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Freak Wave Blamed in Capsizing of Whale-watching Boat

  • Associated Press

An RCMP boat carrying divers sits beside a capsized whale watching boat in Tofino, British Columbia, Oct. 26, 2015. A tour boat with 27 passengers on board sank off the coast of British Columbia Sunday.

An RCMP boat carrying divers sits beside a capsized whale watching boat in Tofino, British Columbia, Oct. 26, 2015. A tour boat with 27 passengers on board sank off the coast of British Columbia Sunday.

Passengers were crowded on the left side of the top deck of a whale-watching boat when it was struck by a wave from the right side, causing the vessel to roll over and capsize, sending 27 people into the water off Vancouver Island's west coast, an investigator said.

Five British nationals were killed, and the search continued for a missing Australian man. Twenty-one people were rescued after the Leviathan II capsized Sunday afternoon.

Marc Andre Poisson, Director of Marine Investigations for Canada's Transportation Safety Board, on Tuesday released preliminary results of the investigation into the accident.

Affecting 'vessel's stability'

"We know that most passengers were on the top deck on the port side, that's the left side of the vessel. This would have raised the center of gravity, affecting the vessel's stability," Poisson told a news conference in Tofino.

"We also know that the sea conditions were such that a wave approached from the starboard quarter, that's the right of the vessel. We know that the vessel broached and then capsized," he said.

Poisson said investigators have now interviewed the three crew members and some of the passengers. One life raft deployed and was used, he said. The full investigation is expected to take months.

The British Columbia Coroners Service identified the five victims, two of whom were British nationals living in Canada. They are David Thomas, 50, and his 18-year-old son Stephen, from Swindon in southern England; Katie Taylor, 29, of Whistler, British Columbia; Nigel Francis Hooker, 63, of Southampton, England, and Jack Slater, 76, of Toronto.

Rupert Potter, the British consul general based in Vancouver, said earlier Tuesday that the deaths are a tragedy that is resonating around the world. While in Tofino, he met with relatives of those who died.

"It has clearly deeply affected those involved," he said. "It's affected the community here in Tofino and it's affected people back in the U.K."

Potter shook hands with B.C. Premier Christy Clark and expressed his thanks for the support he and the victims' families have been receiving.

Victims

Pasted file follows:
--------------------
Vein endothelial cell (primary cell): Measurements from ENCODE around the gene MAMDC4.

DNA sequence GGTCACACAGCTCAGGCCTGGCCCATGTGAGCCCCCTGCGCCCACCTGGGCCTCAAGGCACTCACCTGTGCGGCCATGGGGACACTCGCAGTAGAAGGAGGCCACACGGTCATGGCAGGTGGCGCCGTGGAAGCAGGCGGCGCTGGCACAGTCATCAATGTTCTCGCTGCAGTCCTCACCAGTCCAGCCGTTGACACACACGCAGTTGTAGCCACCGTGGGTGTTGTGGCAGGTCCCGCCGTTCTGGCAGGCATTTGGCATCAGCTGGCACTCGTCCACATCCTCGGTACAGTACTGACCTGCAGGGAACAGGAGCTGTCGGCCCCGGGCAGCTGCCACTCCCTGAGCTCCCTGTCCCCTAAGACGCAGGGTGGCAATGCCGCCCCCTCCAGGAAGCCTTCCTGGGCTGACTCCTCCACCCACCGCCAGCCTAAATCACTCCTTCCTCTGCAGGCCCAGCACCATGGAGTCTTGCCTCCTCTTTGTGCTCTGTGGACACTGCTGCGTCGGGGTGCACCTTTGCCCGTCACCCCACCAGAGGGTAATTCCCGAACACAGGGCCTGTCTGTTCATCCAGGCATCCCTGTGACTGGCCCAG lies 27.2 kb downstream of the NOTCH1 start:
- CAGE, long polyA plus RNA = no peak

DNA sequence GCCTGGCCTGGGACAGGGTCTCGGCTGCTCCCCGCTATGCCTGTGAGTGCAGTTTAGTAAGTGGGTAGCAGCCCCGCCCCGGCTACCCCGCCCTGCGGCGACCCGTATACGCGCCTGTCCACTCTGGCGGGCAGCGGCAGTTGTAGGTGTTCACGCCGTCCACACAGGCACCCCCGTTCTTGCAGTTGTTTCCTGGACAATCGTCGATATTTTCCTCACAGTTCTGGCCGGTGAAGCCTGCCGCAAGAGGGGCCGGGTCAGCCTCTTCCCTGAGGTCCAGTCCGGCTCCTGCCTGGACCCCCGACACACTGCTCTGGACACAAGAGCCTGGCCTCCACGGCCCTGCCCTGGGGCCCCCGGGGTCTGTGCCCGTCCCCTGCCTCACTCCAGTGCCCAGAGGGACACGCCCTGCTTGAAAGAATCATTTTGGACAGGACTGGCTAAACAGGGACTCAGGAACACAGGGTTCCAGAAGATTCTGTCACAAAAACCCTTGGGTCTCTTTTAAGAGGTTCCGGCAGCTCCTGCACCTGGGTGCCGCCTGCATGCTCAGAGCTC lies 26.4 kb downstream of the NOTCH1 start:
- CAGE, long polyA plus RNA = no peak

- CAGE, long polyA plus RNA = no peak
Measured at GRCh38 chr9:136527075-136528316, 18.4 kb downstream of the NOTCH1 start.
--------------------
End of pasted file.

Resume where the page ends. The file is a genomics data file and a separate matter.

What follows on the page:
In Britain, the Down Syndrome Association UK said in a statement that David Thomas was a "huge supporter" of the organization and "one of the driving forces behind the Swindon Down's Syndrome Group, where he was a trustee."

Stephen Thomas, who had Down Syndrome, "was a very talented young man and a gifted photographer," the association said in a statement.

"His love of photography started when he was eight years old. We were all delighted when Stephen's beautiful image Moraine Lake won the national My Perspective photographic competition last year," the association said.

"All of our thoughts and condolences are with the Thomas family at this terrible time," the group added.

Microsoft UK said David Thomas was an employee.

"Our thoughts and deepest sympathies are with their family, friends and David's colleagues and we will be doing everything we can to support them," the company said.

David Thomas' wife, Julie, was rescued and is hospitalized with minor injuries.

'Larger than life'

Michele Slater Brown, of Milton, Ontario, said she was notified about her father's death "in the wee hours this morning," and called him "larger than life, a charmer, handsome, entrepreneur, engineer in the navy ... and a lovely dad."

Coroner Matt Brown said a preliminary investigation suggests those who died were on the top part of the boat and that they weren't wearing life-jackets because it's not required in the type of vessel they were in.

Investigators will review the weather, wreckage and the maintenance history of the 20-meter (65-foot) boat to determine why it capsized, Poisson said.

He also said they will try to recover the boat's electronics on Wednesday to further the investigation.

A senior employee of Jamie's Whaling Station, the company operating the boat, said the vessel sank so quickly the crew didn't have time to issue a mayday call.

Rescued by locals

The crew shot flares from the water which attracted the attention of local aboriginal fishermen who rushed to help rescue people, said Corene Inouye, the company's director of operations.

Clark, the B.C. premier, said she was horrified and heartbroken when she heard about the capsized boat, but she's proud of the way British Columbians came together to help.

"The Ahousaht First Nation, the people of Tofino, the people who know this coast so well, when there was a crisis, when there were lives at risk, people stepped up and stepped in and saved lives," Clark said, as she thanked the community.

The boat capsized about 8 nautical miles (14.7 kilometers) off Tofino, a popular destination for whale watchers that is at the very tip of a peninsula about 320 kilometers (200 miles) northwest of Victoria, the capital of British Columbia.

Australia's Department of Foreign Affairs and Trade on Tuesday confirmed that an Australian man was missing.

Australian Associated Press reported that the 27 year-old Sydney man's family said he was on the boat with his girlfriend and her family when it sank. His girlfriend's father was among the dead, AAP said.

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